However, Iran had the perfect tool—its proxy Hezbollah, with its massive stock of missiles—and its other proxies, also armed with rockets: the Houthis from Yemen, Iraqi Hezbollah from the deserts of Western Iraq, and Hamas and Islamic Jihad from Gaza. Iran’s leaders thought a proxy war was ideal. It would give them time to build its first nuclear weapons, and they were certain Israel would be unable to strike their nuclear program during a multi-front war, with thousands of missiles hitting targets inside Israeli territory, nor would Israel risk international condemnation in its time of need. Once Iran’s nuclear weapons were built, it would be too late for Israel to do anything about it. Then, facing down Iran’s nuclear might, and being devastated by missile strikes from Hezbollah and the other proxies, Israel would be considerably weakened, and the dismantlement of the Jewish State would begin. And so, Iran sent the order to Hezbollah—strike!

    What is Hezbollah?

Simply put, Hezbollah is now the ruling power in Lebanon. This is true despite the presence of some individuals who actively oppose it and far more who are cowed into submission. Composed of radicalized Lebanese Shiites determined to see Israel destroyed, it was created and remains controlled in large part by Iran, despite its nominal independence. At its beginning, Hezbollah was an ideological terrorist movement that developed into a guerilla army that follows Shiite ideology. Over the decades, Hezbollah became a state within a state. That is, until now. Today, for all practical purposes, with its ability to shape government policy, Hezbollah is the state of Lebanon.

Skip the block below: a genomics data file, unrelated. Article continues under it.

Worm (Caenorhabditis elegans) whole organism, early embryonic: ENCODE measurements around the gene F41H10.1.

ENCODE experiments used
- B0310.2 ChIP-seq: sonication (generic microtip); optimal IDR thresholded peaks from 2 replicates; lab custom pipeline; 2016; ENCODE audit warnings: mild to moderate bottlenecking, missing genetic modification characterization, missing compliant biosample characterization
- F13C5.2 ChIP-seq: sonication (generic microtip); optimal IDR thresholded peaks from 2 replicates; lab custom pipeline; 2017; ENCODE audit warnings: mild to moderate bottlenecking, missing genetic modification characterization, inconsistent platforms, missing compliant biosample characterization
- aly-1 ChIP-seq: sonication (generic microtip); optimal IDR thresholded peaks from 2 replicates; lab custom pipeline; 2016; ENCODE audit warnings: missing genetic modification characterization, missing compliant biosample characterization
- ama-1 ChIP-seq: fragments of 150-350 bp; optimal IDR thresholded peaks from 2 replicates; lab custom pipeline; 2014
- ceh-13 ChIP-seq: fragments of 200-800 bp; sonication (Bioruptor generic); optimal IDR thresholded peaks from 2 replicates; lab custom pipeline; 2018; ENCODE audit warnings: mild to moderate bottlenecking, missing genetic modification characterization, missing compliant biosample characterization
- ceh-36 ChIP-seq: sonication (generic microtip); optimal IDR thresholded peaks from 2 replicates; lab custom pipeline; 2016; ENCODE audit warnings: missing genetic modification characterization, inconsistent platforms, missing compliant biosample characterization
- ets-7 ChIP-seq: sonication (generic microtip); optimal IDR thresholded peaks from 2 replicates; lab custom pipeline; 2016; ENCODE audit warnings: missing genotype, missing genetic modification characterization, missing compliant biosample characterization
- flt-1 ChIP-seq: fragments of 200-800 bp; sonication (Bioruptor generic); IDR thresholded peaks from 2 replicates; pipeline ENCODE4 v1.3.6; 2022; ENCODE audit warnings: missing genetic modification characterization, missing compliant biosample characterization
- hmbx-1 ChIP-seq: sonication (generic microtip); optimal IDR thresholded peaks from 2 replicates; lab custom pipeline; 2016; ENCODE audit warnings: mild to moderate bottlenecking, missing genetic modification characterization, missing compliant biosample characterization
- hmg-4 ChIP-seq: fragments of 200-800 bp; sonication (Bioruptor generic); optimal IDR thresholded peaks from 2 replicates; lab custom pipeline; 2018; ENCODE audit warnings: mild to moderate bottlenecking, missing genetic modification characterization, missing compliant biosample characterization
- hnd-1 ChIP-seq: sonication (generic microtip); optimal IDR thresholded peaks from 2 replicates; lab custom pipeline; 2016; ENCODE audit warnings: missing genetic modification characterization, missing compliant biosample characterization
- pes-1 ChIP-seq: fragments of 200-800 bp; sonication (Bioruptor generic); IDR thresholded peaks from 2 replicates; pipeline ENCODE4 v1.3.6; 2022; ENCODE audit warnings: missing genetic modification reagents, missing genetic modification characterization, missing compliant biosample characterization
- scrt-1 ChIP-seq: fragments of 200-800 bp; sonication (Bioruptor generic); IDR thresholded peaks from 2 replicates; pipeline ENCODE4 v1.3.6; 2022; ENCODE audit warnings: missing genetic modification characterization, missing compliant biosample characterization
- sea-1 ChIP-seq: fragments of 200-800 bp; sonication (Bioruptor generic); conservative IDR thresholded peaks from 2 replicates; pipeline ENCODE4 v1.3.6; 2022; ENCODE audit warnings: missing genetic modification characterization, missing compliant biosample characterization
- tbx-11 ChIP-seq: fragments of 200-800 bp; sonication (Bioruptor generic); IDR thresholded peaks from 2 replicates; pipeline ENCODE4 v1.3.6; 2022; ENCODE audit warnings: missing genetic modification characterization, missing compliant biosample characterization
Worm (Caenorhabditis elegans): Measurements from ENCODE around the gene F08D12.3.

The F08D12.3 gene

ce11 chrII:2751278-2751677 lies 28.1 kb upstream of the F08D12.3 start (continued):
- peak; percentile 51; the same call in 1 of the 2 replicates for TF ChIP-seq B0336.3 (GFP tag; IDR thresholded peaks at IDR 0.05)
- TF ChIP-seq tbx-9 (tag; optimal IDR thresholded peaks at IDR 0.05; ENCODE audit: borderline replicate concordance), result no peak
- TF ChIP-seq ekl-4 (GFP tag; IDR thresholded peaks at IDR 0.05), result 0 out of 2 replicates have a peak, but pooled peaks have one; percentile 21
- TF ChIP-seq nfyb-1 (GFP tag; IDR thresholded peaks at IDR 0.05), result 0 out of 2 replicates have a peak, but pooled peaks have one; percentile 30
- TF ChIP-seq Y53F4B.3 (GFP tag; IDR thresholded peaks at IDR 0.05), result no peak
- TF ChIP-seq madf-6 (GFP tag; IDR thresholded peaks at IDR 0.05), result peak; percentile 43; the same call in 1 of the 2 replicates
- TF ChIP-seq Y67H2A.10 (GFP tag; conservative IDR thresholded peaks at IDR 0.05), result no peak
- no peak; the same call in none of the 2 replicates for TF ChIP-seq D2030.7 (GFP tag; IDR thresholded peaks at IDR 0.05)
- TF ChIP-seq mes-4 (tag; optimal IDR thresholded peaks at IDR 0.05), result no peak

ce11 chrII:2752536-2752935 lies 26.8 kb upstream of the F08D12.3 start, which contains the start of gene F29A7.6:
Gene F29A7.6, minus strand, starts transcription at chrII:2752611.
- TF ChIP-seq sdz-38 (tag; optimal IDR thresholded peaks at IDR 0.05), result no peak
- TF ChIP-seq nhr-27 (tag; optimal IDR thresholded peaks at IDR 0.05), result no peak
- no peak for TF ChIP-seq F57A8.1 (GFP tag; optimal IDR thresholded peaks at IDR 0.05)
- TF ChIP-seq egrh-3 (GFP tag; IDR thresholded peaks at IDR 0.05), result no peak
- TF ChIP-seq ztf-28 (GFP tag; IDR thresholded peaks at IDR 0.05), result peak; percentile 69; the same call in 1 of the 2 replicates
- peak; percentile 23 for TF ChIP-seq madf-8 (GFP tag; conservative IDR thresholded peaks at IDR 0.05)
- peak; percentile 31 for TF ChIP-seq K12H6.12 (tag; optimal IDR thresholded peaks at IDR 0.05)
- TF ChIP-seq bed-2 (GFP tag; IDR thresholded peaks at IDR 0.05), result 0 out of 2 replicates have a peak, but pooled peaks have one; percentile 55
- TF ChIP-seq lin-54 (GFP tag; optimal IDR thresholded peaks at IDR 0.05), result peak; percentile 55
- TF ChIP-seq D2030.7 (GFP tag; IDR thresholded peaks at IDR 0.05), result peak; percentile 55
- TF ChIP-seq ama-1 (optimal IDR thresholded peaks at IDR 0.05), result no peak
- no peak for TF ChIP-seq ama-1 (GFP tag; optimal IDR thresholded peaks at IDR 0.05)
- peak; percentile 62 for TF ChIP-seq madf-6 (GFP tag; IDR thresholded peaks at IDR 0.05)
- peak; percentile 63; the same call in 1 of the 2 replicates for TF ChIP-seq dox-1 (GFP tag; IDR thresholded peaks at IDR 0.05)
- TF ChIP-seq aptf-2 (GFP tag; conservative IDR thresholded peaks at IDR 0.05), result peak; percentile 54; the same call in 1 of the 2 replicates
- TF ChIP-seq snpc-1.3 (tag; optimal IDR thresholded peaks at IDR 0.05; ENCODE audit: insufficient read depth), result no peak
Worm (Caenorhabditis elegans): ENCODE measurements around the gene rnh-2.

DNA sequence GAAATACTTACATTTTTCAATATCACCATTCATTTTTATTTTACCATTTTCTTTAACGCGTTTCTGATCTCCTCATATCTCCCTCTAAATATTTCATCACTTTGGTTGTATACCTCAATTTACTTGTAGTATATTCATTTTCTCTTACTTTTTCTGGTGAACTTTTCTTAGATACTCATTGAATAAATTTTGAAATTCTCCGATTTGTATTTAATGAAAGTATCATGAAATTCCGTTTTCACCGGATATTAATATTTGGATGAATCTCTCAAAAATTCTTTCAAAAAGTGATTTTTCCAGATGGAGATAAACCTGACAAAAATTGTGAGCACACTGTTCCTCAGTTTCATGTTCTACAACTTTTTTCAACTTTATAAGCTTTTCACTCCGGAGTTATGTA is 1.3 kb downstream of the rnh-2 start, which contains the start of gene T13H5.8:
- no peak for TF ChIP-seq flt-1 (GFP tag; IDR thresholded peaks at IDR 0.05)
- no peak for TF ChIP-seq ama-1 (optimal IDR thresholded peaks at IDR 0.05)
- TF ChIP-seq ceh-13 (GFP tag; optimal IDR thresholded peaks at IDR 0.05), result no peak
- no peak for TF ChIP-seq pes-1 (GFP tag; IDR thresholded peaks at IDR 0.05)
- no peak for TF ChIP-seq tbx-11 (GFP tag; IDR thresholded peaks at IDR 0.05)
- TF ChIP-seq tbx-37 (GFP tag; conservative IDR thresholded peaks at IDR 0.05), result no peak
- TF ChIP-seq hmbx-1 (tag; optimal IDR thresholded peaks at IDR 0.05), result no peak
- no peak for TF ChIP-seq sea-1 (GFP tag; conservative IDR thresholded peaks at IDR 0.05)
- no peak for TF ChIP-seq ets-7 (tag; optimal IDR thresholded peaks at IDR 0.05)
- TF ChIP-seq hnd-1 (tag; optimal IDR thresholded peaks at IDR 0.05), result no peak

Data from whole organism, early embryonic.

Since 1982, Iran has sent increasingly advanced weaponry to Hezbollah while also providing training and massive financial support. Hezbollah now possesses approximately 150,000 rockets, many unmanned aerial vehicles (UAVs), huge quantities of other forms of sophisticated advanced weaponry, tens of thousands of battle-hardened reserves, thousands of specialized military forces, and deep financial pockets. In addition, Hezbollah boasts a massive media operation; runs sophisticated criminal operations around the globe that financially augment the hundreds of millions Iran gives it annually; and employs terrorists that strike when it sees fit. All while providing exclusive social services to Shiites within Lebanon and placing its representatives in Lebanon’s Parliament, key Cabinet positions, and government ministries.

In short, Hezbollah is a hybrid terrorist entity, taking on the role of a government authority when it wants—providing services to select constituents, inserting its operatives in every village where Shiites predominate, conducting its own foreign policy, and wielding a massive army that doubles as an internal quasi-police presence to protect Hezbollah from forces that might threaten its political power. Hezbollah manages all of this while still acting as a classic terrorist operation, killing innocents for political purposes at home and abroad while engaging in illicit activities that add hundreds of millions of dollars to its coffers.

    The War that Could Happen: Part Two

Hezbollah’s leadership was not happy about Iran’s orders. It knew war with Israel would mean devastation for Lebanon and the Shiites living there. Yet, there was no alternative. At best, refusal would mean an end to the flow of regular money and weapons from Iran, which over time would weaken Hezbollah’s grip on power. But more likely, refusal would mean elimination. Either quickly by assassination, or by competition, as hardliners newly emboldened by an angry Iran would take over from within or create new organizations that would strive to usurp Hezbollah. And, of course, if history were a guide, a grateful and newly enriched Iran, flush with money after the sanctions ended, would surely help to rebuild a Lebanon devastated by war. Iran had done so in 2006, even though it had not instigated that war. Surely Iran would do so again.